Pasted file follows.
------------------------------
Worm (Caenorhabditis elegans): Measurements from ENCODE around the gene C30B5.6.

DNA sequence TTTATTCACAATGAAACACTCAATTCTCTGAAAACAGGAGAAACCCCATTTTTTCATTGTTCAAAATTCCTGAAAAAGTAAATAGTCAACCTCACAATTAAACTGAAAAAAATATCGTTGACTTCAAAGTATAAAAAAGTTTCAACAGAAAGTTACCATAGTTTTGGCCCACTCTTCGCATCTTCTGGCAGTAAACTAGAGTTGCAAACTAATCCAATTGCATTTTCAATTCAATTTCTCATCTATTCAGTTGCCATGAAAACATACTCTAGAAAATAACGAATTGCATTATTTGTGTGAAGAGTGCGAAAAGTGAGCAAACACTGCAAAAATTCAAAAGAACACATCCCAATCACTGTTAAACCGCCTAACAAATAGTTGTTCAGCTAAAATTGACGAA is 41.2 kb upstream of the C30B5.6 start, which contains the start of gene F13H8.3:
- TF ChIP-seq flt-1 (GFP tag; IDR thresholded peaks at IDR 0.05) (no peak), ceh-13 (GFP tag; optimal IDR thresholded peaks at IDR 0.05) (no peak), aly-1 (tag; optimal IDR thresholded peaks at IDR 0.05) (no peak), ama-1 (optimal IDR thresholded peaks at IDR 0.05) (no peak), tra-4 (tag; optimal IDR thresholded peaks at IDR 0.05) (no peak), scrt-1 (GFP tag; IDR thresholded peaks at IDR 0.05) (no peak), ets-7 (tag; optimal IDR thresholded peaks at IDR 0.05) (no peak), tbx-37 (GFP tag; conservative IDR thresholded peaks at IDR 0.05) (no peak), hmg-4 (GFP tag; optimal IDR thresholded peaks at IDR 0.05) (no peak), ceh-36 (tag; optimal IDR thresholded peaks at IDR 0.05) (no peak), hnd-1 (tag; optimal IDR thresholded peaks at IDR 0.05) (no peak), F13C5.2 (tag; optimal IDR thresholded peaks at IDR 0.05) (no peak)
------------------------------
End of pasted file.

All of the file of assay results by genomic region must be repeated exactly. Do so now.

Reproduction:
Worm (Caenorhabditis elegans): Measurements from ENCODE around the gene C30B5.6.

DNA sequence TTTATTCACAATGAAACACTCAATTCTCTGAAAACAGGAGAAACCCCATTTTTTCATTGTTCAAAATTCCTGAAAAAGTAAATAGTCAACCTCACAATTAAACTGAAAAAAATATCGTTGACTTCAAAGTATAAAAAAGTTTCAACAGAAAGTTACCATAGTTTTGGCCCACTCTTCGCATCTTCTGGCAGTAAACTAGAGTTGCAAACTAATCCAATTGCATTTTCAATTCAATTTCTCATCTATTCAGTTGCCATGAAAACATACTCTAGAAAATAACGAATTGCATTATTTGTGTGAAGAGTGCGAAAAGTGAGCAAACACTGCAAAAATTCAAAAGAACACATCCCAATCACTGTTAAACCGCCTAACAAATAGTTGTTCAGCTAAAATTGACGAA is 41.2 kb upstream of the C30B5.6 start, which contains the start of gene F13H8.3:
- TF ChIP-seq flt-1 (GFP tag; IDR thresholded peaks at IDR 0.05) (no peak), ceh-13 (GFP tag; optimal IDR thresholded peaks at IDR 0.05) (no peak), aly-1 (tag; optimal IDR thresholded peaks at IDR 0.05) (no peak), ama-1 (optimal IDR thresholded peaks at IDR 0.05) (no peak), tra-4 (tag; optimal IDR thresholded peaks at IDR 0.05) (no peak), scrt-1 (GFP tag; IDR thresholded peaks at IDR 0.05) (no peak), ets-7 (tag; optimal IDR thresholded peaks at IDR 0.05) (no peak), tbx-37 (GFP tag; conservative IDR thresholded peaks at IDR 0.05) (no peak), hmg-4 (GFP tag; optimal IDR thresholded peaks at IDR 0.05) (no peak), ceh-36 (tag; optimal IDR thresholded peaks at IDR 0.05) (no peak), hnd-1 (tag; optimal IDR thresholded peaks at IDR 0.05) (no peak), F13C5.2 (tag; optimal IDR thresholded peaks at IDR 0.05) (no peak)